Another day another struggle, a motto nobody should have to live by - but apparently it's the story of my life. I get up super early (I consider anything before 8am early, don't judge me) and get dressed to walk over to WDW with Sam. We get there and with the help of Eric finish up our last poster. Bret, Anna, and Felicia show up and we divide up where we're all be putting up door hangers on campus. We spread out all over and go out in pairs canvasing the halls, hitting literally each and every door (like dang). The stairs, the door, the paper cuts and the sweating - I was more than done at two halls. I had a meeting at 10:30am to go to in the Davis student center so I broke off and went there. I enter the office of student life where everything is flying about like fighter pilots in WWII. Every which way people are zipping, talking, texting, calling, and doing whatever they can to finish their work. I see so many people I know but I'm just in my own little world. I met with the asst. director of student life to revamp the speech I'll be delivering to the UVM class of 2016 at their twilight induction ceremony on Sunday. Then we get to the door hanging conversation where I learn about week of welcome possibly taking ours down for theirs and how I need to get that together ASAP. I grab t-shirts for move-in crew and get introduced to like 6 different people - and I'm overwhelmed, like pause - I understand I'm important but give me room to breathe. I leave the office and head over to the executive offices in the Waterman building to grab my binder with the super detailed events for Sunday's platform - and just enter panic mode. I'm like more than done, I sweating buckets, and it's blazing hot. I was just not having it at that point. Carrying way too much stuff, tired of walking back and forth between parts of campus, and now I had to get this door hanger situation under control. Chaos was breaking loose. All my executive board members were trying to contact me all at once and I was just about to shut down and just give up. I kept going, I made it back to our safe haven of our WDW office and just took a few minutes to gather myself. I talked to my advisers and they dealt with the ordeal. Eventually lunch time comes and so Felicia, Eric, Sam and I go to retrieve food from downtown. We're waiting at the bus stop on Main Street and I see my #collegecrush - looking good and right (as always - homegirl could get it whenever) walk by and I'm just flustered even from seeing her. Thank you - that girl is date-worthy. We make it downtown, pick up our food and head back up to campus. On the way up the bus literally shuts down, the engine goes off and we're just on a hill. The passengers were being rude and doing too much - but we made it back after a short delay to scarf down lunch and depart. My suitemates Jimmy and Joel were busy moving their stuff in, and my roommate, Patrick made a guest appearance as I dozed in and out of afternoon/evening sleepy time. Done for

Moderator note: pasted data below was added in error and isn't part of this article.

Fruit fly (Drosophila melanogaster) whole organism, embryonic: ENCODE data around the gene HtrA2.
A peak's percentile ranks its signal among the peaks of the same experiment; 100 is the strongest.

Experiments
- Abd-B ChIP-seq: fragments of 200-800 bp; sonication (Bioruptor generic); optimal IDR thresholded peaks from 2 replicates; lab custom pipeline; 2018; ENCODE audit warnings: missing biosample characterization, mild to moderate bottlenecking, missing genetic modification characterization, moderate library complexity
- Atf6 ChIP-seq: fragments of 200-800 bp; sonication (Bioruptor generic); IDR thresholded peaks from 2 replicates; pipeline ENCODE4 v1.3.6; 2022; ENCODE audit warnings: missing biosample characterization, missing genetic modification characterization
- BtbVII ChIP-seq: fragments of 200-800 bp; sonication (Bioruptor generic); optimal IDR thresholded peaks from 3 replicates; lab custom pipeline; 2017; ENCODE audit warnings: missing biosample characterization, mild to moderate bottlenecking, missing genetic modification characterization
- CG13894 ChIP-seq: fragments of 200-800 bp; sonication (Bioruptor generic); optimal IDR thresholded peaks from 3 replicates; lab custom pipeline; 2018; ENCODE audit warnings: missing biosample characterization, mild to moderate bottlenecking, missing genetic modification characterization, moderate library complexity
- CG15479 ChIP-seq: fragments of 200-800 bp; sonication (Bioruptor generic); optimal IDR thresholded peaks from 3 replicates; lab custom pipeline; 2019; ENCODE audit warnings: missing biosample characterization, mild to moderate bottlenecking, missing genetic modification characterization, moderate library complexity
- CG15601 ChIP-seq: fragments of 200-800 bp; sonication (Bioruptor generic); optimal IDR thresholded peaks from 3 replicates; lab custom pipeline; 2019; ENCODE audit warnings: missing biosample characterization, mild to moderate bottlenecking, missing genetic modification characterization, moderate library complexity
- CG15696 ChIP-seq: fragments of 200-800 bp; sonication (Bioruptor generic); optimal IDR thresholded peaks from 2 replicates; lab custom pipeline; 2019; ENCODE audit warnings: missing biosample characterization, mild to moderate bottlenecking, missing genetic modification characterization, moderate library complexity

Being a teenager is all about dealing with the chaos that seems to always be around. Things have a funny way of playing out, and it's almost always not the way you predicted. When things go haywire, communication is confused, and ish starts to hit the fan - chaos ensues. You've got to take yourself out of the situation, bring it on down, and calm yourself. You can do this, you will do this, and you've got to do this. Chaos ... diffused.

My blog post question for the day is ... what gets you overwhelmed? When I'm supposed to be doing multiple things, and I being pulled every which way - it's just too much. Oh, greeting tons of people in a short period of time as well - like let me breath.